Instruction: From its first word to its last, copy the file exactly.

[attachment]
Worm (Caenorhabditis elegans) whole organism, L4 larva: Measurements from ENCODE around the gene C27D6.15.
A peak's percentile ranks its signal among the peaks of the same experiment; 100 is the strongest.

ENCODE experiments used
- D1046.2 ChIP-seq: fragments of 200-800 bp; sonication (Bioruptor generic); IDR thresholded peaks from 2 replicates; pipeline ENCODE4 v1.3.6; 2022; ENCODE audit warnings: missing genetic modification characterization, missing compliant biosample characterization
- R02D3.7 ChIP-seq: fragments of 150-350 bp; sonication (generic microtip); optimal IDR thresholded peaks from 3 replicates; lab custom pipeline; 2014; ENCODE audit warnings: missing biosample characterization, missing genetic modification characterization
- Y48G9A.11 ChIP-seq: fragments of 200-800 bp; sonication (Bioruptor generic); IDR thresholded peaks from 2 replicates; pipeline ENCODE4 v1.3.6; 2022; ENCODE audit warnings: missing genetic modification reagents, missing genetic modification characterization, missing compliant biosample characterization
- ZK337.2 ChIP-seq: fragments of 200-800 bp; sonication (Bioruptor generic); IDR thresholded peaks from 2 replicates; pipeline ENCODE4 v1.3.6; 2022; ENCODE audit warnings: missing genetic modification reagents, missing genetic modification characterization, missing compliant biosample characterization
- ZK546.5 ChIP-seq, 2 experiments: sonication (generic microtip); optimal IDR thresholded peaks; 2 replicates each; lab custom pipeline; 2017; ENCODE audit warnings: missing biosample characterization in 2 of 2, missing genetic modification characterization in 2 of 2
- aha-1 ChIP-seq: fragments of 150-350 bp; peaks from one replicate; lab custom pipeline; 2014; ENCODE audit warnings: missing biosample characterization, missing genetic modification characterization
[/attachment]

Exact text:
Worm (Caenorhabditis elegans) whole organism, L4 larva: Measurements from ENCODE around the gene C27D6.15.
A peak's percentile ranks its signal among the peaks of the same experiment; 100 is the strongest.

ENCODE experiments used
- D1046.2 ChIP-seq: fragments of 200-800 bp; sonication (Bioruptor generic); IDR thresholded peaks from 2 replicates; pipeline ENCODE4 v1.3.6; 2022; ENCODE audit warnings: missing genetic modification characterization, missing compliant biosample characterization
- R02D3.7 ChIP-seq: fragments of 150-350 bp; sonication (generic microtip); optimal IDR thresholded peaks from 3 replicates; lab custom pipeline; 2014; ENCODE audit warnings: missing biosample characterization, missing genetic modification characterization
- Y48G9A.11 ChIP-seq: fragments of 200-800 bp; sonication (Bioruptor generic); IDR thresholded peaks from 2 replicates; pipeline ENCODE4 v1.3.6; 2022; ENCODE audit warnings: missing genetic modification reagents, missing genetic modification characterization, missing compliant biosample characterization
- ZK337.2 ChIP-seq: fragments of 200-800 bp; sonication (Bioruptor generic); IDR thresholded peaks from 2 replicates; pipeline ENCODE4 v1.3.6; 2022; ENCODE audit warnings: missing genetic modification reagents, missing genetic modification characterization, missing compliant biosample characterization
- ZK546.5 ChIP-seq, 2 experiments: sonication (generic microtip); optimal IDR thresholded peaks; 2 replicates each; lab custom pipeline; 2017; ENCODE audit warnings: missing biosample characterization in 2 of 2, missing genetic modification characterization in 2 of 2
- aha-1 ChIP-seq: fragments of 150-350 bp; peaks from one replicate; lab custom pipeline; 2014; ENCODE audit warnings: missing biosample characterization, missing genetic modification characterization